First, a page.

A new Western study shows that university students who were regularly vaping wanted to cut back after learning about the threat the habit could pose to their health.
PhD candidate Babac Salmani and Faculty of Health Sciences professor Harry Prapavessis have published a paper in the Journal of Health Psychology showing vaping intentions – and, to a lesser degree, the behaviour itself – can be reduced after learning about the potential consequences.
Undergraduate students in the study, most of them vaping anywhere from once a week to every day, changed their intentions after watching an eight-minute video, the study showed. The short film features healthcare professionals and people who used to vape talking about current research and the risks. The control group for the study watched a video about nutrition instead
“I am excited about this research because it shows our new technique has the potential to make a significant impact in the field of health promotion,” Salmani said of the results.
“Immediately after watching the intervention, they’re like ‘I want to stop.’ What’s really important to us is the consistency in that intention – it maintained a level of strength in terms of people wanting to stop vaping.”
Those feelings remained strong over the course of a 45-day study period, including three follow-up sessions when participants were asked to report how they felt about the perceived severity and vulnerability of the threats posed by vaping through a series of questions. Those are two factors that are believed to drive motivation to protect oneself from danger.
“If we were to provide this info, this way – with personal accounts by students or by individuals that are the same age – we’ll be able to have an effect on the intentions of this young adult population, and hopefully, with future research, have an impact on behaviour as well,” Salmani said.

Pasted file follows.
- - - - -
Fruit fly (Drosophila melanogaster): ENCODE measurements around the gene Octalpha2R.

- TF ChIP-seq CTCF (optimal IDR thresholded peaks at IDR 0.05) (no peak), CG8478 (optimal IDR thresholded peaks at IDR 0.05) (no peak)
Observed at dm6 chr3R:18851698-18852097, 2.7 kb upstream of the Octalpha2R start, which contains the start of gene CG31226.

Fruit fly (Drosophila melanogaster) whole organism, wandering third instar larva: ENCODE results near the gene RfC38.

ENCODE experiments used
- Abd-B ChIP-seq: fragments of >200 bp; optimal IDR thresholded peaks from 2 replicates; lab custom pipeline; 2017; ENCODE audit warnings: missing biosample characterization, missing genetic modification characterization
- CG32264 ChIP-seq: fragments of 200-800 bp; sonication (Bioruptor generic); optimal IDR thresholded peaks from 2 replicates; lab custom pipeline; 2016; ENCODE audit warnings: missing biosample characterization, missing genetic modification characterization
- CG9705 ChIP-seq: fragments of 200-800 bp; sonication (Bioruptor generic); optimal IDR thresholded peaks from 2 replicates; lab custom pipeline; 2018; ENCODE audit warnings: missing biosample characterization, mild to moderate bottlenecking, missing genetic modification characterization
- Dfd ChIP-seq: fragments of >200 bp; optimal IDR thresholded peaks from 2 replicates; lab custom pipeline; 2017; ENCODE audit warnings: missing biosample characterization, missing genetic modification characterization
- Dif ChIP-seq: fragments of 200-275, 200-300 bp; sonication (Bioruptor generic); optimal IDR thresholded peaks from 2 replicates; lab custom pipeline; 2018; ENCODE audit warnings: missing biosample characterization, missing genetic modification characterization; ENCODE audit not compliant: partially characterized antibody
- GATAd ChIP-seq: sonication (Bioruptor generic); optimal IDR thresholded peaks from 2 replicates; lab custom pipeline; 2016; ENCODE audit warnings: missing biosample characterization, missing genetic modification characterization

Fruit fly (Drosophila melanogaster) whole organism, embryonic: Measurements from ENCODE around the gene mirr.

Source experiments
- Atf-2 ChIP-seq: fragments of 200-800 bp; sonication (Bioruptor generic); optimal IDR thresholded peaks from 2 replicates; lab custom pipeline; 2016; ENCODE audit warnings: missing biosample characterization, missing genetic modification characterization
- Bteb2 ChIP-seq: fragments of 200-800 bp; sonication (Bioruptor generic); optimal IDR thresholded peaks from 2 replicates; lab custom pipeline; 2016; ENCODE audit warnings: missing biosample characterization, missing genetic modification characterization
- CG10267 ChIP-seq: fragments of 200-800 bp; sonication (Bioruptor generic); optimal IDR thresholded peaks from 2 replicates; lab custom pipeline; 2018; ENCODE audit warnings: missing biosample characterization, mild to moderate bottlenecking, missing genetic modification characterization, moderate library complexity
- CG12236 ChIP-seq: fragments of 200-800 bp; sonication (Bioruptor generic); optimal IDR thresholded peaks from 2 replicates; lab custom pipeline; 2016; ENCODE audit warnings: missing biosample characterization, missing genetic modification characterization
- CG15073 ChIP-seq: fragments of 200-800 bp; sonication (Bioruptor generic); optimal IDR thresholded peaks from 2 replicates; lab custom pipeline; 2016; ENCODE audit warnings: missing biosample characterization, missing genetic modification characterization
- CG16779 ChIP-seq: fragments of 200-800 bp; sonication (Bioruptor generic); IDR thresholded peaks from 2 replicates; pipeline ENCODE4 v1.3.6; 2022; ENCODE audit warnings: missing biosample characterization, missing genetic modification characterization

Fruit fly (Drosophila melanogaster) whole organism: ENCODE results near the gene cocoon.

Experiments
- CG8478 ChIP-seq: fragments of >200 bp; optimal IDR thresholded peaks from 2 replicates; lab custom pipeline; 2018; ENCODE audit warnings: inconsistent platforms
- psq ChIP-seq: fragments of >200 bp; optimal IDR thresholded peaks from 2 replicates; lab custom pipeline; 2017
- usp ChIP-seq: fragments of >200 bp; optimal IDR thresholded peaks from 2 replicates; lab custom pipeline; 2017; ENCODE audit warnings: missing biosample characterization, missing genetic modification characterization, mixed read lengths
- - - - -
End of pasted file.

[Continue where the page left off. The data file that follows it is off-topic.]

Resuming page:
Vaping is popular among young people, with Statistics Canada reporting 29 per cent of Canadians aged 15 to 19 and roughly half of those between 20 and 24 have tried it. Seventeen per cent of the older group were current vapers, according to 2021 data.
Participants in the Western study, whose average age was 22 years, identified themselves as regular vapers, meaning they used e-cigarettes at least three times in the month prior. Most vaped between five to fifteen days a month. Undergraduate students from 23 universities across six provinces participated in the study.
Though their intentions were significantly altered after learning about possible health effects, the video “intervention” wasn’t associated with the same reduction in vaping. Even if they wanted to stop or reduce vaping, use was up and down over the course of the study, though it did drop overall. This drop favored the intervention group, only towards the end of the study.
Curbing vaping remains the ultimate goal, Salmani said.
“If you have intentions, that’s great, but if you’re not creating behaviour change, what’s the point?”
He believes future research definitively showing improved health from quitting or reducing vaping – the same correlation documented for smoking – will help push young people to stop.
“It’s that same pattern of misunderstanding or misconception of the product that I believe will end up following the same linear path as cigarettes have, over the next 30 years,” Salmani said.
The results showing intention are also meaningful because they underline a successful strategy to reach young people engaged in harmful behaviours, Salmani said. He hopes the same model, using a health psychology structure called protection motivation theory, will be repeated in studies and programs to deter other harmful habits.
“Hopefully the provincial and federal governments or health agencies are able to implement these types of intervention in schools and clinics or community centres so people understand what the effects of these behaviours are,” he said.
“That can influence people to abandon these types of behaviours because they are so harmful to health and because they can be so addictive as well.”